Academic journal article The Journal of Southern History

William Terry Couch and the Politics of Academic Publishing: An Editor's Career as Lightning Rod for Controversy

Academic journal article The Journal of Southern History

William Terry Couch and the Politics of Academic Publishing: An Editor's Career as Lightning Rod for Controversy

Article excerpt

William Terry Couch and the Politics of Academic Publishing: An Editor's Career as Lightning Rod for Controversy. By Orvin Lee Shiflett. (Jefferson, N.C.: McFarland and Company, Inc., 2015. Pp. viii, 268. Paper, $39.95, ISBN 978-0-7864-9981-6.)

In his twenty years as head of the University of North Carolina (UNC) Press, William Terry Couch transformed academic publishing in the United States by issuing books about contemporary social issues written in clear and pointed prose for an educated, middle-class readership. By borrowing the techniques of the trade press in the service of academic scholars, university presses, Couch believed, could be the vanguard of social change. UNC Press became, as Daniel Joseph Singal has observed, "the single most influential institution in launching Modernist thought in the South" (The War Within: From Victorian to Modernist Thought in the South, 1919-1945 [Chapel Hill, 1982], 268). Orvin Lee Shiflett's biography of Couch chronicles Couch's "downward spiral from acclaim and national recognition to relative obscurity" after he left UNC Press in 1945, frustrated with challenges to his authority and the lack of financial support for the press (p. 215). Couch also shifted from liberalism to conservatism, and Shiflett argues that Couch, who emerges as a deeply principled but fundamentally irascible man, was a "central figure in the renaissance of American conservatism" (p. 5).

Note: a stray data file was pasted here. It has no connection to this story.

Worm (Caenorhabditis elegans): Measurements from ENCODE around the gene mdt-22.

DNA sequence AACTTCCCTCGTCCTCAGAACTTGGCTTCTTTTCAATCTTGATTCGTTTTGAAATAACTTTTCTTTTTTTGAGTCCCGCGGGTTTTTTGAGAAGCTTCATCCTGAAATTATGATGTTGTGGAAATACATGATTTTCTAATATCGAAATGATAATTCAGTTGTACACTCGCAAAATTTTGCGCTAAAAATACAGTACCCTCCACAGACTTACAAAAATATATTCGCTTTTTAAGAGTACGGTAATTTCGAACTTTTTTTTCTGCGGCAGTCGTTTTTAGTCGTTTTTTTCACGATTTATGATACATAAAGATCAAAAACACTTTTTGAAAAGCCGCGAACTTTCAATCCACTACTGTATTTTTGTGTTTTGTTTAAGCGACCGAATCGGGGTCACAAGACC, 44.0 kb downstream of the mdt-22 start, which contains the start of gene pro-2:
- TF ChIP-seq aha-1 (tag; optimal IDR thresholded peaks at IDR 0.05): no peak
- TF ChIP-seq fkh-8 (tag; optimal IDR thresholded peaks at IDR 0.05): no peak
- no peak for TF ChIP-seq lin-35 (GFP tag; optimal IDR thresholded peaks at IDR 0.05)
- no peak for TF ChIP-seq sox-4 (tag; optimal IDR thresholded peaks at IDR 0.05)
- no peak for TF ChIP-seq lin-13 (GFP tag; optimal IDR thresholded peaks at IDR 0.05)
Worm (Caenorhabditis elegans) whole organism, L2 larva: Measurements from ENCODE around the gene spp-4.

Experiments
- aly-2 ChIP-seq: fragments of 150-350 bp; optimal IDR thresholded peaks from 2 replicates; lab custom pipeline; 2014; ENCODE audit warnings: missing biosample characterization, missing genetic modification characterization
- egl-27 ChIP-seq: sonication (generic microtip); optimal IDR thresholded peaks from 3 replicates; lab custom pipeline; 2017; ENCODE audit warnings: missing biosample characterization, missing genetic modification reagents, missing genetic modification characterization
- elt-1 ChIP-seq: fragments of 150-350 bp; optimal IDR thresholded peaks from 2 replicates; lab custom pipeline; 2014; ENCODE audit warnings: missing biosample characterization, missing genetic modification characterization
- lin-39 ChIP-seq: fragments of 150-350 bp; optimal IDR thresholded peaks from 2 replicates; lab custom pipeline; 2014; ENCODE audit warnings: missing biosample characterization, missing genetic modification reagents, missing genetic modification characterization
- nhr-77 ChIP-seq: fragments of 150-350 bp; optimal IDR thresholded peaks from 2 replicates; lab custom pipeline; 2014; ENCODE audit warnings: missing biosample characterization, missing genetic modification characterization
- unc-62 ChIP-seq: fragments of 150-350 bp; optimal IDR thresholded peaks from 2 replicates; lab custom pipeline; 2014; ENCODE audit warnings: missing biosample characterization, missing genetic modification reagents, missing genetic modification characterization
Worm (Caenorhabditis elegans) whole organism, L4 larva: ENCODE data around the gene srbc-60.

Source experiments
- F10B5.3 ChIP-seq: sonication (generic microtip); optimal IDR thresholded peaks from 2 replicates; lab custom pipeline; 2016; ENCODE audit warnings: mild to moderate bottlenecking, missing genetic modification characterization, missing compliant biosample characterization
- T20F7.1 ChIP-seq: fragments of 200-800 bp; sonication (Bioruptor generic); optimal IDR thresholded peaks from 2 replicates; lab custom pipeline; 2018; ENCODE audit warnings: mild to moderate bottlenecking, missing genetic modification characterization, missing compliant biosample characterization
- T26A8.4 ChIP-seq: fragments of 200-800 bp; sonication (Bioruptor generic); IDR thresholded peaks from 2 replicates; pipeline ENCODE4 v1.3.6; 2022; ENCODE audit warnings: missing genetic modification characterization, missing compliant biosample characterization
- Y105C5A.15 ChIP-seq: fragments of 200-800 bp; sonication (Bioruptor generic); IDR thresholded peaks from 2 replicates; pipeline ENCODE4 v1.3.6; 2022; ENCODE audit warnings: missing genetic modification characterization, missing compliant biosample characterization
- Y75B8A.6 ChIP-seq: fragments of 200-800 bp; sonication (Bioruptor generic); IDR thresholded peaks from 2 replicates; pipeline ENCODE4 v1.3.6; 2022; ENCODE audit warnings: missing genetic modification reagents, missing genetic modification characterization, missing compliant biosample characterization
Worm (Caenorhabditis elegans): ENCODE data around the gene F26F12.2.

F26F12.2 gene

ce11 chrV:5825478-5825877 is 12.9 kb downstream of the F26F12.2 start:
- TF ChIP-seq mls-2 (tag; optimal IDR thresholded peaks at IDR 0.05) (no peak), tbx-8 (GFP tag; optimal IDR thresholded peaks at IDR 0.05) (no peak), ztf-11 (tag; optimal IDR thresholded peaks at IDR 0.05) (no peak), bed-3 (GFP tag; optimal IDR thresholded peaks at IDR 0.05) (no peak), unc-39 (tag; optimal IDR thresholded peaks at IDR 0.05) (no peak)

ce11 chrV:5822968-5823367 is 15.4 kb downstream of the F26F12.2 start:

The strength of Shiflett's book lies in his treatment of Couch's career as a publisher. Couch had notable success at the University of Chicago Press for five years before he was fired for alleged managerial deficiencies. Yet Couch attributed his dismissal to ideological differences with university president Robert Maynard Hutchins. Couch spent much of the 1950s working for the Crowell-Collier Publishing Company overseeing Collier's Encyclopedia and related yearbooks, which he attempted to remake into vehicles for conservative truth telling. …

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